My usual response in the past has been to re-rip the affected tracks, of course… but finding the right CD amongst so many candidates can be a right pain. So I wondered whether there was an alternative, and naturally there is. It’s called ‘parity information’: at the time of ripping the CD, you also generate a parity file that can be used to repair files if they are later found to be defective. It’s a bit like RAID-5, but at the file level, rather than the storage device level.
To generate the partity information, I use a program called Multipart. It’s only a 500KB or so zip download. (It’s official download page takes you to pages written in Japanese, and although there are instructions on how to click in the right place, it’s all a bit weird and I prefer having my own copy available from the first link, should I need it in future. Happily, it’s GPL licensed, so I can redistribute it without drama).
The help and documentation on Multipart is not that great, so let me give you a quick walk-through. Here’s a set of music tracks I ripped earlier:
Now, I’ve tested all those FLACs with AudioTester, so I know they’re good and I want to be able to keep them in that state. So, I download the Multipart zip file and unzip it somewhere; then I can launch the MultiPar.exe executable (in other words, there’s no installation routine to go through; just unzip and launch):
(Click on that to see the thing full-sized). You click [Browse] to point it to the directory containing all the ripped files. Notice it’s found the ‘folder.jpg’, not just the FLAC files: this thing computes parity data for any files it’s pointed at, not just audio files.
Then you use the Redundancy slider to set how much parity data you want to collect. In my case, I’ve set it to about 10% -meaning that the parity file will be about 1/10th the size of the original FLAC files. This also affects how much damage can subsequently be repaired: if the redundancy is 50%, then you’ll be able to cope with about half your data being corrupted. There’s no ‘right’ answer, just a trade-off between file size and anticipated damage amounts. In my case, my FLACs only usually get corrupted in one or two blocks at most, so 10% is probably ample.
Next, I click the [Create] button, and MultiPar scans all the files in the directory and generates parity data for them:
At the end of the process, you acquire a couple of new files in the chosen directory:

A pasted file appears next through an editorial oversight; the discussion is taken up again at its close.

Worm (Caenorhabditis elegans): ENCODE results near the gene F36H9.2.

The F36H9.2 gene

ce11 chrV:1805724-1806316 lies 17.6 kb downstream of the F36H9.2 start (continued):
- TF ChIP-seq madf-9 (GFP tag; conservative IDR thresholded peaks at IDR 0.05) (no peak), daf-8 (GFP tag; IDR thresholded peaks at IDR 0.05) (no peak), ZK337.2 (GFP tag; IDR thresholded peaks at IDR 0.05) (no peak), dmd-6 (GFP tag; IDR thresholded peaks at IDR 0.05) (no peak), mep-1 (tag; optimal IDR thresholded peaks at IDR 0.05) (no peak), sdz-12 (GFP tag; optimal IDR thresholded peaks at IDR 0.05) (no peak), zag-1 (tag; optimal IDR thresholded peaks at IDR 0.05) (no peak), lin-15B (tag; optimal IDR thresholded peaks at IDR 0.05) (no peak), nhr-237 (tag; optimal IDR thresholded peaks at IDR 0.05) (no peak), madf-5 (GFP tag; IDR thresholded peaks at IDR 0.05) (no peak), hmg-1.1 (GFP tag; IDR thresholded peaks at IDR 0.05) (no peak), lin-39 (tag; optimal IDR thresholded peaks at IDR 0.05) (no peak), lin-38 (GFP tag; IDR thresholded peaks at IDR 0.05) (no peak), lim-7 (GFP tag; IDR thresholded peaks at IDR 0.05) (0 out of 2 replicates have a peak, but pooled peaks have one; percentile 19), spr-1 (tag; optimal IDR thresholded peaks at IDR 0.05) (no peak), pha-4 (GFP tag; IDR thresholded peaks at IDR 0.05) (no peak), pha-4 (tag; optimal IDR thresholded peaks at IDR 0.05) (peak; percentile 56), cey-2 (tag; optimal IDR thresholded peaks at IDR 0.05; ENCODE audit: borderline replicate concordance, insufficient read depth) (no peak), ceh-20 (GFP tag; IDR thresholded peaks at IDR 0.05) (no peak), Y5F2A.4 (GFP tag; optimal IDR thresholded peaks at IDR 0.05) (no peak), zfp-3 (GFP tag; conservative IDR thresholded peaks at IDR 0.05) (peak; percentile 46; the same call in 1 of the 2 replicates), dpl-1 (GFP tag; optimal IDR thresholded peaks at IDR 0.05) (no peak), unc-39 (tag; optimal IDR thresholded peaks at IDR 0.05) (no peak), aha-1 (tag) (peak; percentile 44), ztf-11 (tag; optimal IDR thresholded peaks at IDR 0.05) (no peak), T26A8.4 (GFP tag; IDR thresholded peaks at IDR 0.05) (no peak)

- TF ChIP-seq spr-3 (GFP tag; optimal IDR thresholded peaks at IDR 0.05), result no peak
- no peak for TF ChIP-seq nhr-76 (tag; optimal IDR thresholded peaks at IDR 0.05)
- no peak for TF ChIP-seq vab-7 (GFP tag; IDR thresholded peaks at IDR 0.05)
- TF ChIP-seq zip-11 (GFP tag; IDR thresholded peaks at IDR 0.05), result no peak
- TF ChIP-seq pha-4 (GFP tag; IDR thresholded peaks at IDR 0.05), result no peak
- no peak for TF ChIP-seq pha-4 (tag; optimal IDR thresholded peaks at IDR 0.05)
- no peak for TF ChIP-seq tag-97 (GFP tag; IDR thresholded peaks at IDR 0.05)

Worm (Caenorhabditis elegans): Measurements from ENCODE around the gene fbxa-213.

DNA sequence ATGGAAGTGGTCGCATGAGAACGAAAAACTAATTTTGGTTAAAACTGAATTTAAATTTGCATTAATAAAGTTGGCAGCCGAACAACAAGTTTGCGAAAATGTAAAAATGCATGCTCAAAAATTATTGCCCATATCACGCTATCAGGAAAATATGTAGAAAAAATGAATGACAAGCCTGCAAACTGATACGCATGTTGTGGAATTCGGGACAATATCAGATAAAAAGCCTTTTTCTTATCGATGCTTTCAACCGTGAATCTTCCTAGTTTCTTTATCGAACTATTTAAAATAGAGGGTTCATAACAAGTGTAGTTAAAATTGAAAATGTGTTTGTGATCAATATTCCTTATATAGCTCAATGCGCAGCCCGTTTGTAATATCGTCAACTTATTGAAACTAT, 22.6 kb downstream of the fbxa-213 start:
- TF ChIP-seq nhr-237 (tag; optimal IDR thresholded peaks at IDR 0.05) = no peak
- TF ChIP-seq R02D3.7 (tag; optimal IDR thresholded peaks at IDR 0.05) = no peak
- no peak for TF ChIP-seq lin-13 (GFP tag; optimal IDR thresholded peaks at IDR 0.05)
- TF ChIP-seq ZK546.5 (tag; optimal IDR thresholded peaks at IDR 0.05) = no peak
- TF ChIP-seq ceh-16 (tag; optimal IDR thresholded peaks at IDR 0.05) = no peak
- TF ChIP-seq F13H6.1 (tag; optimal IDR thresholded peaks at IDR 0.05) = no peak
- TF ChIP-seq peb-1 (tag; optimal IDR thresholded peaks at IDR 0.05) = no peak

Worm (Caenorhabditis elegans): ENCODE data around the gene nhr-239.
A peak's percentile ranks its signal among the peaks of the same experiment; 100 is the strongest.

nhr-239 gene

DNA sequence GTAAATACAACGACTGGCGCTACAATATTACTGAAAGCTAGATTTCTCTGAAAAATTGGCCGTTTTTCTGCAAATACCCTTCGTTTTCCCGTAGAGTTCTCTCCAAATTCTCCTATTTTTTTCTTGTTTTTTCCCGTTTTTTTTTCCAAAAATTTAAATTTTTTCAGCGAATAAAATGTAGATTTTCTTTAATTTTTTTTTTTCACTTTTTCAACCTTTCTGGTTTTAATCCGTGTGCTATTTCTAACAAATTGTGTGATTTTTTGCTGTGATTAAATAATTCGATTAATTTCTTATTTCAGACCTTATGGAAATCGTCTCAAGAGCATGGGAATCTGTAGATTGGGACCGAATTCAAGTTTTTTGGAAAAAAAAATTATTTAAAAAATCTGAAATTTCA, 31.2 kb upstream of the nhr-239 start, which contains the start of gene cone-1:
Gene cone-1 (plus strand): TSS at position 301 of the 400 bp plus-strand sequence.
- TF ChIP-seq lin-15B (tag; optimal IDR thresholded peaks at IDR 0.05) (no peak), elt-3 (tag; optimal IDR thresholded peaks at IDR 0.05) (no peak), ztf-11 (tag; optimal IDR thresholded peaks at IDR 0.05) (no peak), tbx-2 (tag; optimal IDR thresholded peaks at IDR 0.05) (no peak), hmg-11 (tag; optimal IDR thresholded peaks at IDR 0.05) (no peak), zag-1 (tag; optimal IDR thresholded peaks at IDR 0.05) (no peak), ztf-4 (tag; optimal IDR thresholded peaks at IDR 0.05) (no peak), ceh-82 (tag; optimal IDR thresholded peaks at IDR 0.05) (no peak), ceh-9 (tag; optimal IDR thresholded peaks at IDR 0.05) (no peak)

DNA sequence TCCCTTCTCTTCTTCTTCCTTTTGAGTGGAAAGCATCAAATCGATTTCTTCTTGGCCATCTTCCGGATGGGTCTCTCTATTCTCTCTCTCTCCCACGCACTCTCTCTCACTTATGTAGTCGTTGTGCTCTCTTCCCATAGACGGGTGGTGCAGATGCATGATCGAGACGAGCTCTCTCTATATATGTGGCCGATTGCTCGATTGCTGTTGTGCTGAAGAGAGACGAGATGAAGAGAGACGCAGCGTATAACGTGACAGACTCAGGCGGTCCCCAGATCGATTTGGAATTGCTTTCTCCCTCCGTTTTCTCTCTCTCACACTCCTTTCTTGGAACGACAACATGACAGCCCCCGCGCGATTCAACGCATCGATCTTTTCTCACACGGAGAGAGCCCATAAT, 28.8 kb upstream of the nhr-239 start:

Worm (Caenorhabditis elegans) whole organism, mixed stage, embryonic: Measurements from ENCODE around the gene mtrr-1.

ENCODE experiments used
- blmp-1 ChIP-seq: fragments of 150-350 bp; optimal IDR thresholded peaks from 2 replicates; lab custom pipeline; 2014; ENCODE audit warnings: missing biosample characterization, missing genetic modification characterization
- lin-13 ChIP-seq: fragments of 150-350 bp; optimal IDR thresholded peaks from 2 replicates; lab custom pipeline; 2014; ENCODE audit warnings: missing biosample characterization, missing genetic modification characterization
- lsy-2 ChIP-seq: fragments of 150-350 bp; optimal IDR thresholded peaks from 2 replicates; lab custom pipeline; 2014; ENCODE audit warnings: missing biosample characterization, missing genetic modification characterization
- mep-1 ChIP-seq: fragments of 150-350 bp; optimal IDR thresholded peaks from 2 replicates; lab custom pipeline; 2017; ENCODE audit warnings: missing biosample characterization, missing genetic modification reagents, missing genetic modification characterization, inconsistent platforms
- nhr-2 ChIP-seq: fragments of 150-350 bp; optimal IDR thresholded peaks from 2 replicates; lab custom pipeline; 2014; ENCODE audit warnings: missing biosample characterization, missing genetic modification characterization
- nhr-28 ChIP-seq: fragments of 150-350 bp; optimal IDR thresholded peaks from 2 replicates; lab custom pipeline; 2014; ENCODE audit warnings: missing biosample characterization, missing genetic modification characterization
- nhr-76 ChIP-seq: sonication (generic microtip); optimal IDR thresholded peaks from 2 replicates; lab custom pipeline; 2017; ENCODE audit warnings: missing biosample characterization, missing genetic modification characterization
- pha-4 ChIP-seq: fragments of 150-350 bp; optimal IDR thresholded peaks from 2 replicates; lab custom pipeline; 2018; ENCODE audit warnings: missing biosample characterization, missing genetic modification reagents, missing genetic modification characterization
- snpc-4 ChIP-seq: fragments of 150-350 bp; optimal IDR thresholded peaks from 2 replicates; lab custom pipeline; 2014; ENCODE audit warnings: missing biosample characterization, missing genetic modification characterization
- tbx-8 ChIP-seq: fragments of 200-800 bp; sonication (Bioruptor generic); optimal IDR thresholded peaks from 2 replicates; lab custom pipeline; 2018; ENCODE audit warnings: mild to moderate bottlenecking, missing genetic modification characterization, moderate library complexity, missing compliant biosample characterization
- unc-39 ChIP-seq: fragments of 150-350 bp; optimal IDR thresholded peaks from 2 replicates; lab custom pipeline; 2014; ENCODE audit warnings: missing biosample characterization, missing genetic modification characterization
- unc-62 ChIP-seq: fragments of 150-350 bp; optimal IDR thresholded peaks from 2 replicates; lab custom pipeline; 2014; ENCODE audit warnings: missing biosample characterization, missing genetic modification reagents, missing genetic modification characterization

You’ll notice one of them is very small (just 21KB in this case), and the other is quite big: about 8.6MB here. The first just describes what files have been scanned to create the parity file; the second is the parity file itself. You’ll also note that 8,674KB is just about 10% of the sum total of the 6 FLAC and 1 JPG files that have been scanned (84,584KB by my maths). That’s the result of me selecting 10% redundancy earlier.
All I now need to do is to repeat this collection process for each CD rip folder in my collection -the nice thing about MultiPar being that it’s quite happy to traverse an entire directory tree, complete with lots of per-album subdirectories, generating per-album parity files as it goes. It will take a while, but given my CD rips currently occupy about 750GB, for a modest investment of a further 75GB, I can protect all my music files from damage, so long as that damage doesn’t extend to more than about 10% of any one file. Of course, the time to calculate the parity data is after a nice, fresh, validated rip… it’s no good me collecting parity data for files which have already been damaged!
Let’s pursue this example though. Suppose I were now to damage one of the 6 music files you see above… how would my prior collection of parity data help? Well, first, let’s do some damage: I’ll use the tiny (and free!) hex editor XVI32 to open up track 3 of the previous rips:
Obviously, a hexadecimal representation of audio data doesn’t make a lot of sense! But let’s just concentrate on that line I’ve highlighted: 5CAA2C. You’ll note it contains all sorts of hex-y data. Let me edit that to be a set of zeroes:
Hit the save button after that, and I’ve now got a FLAC file that’s had a small part of its internals zapped! You can tell it’s damaged, because the AudioTester program doesn’t like it any more: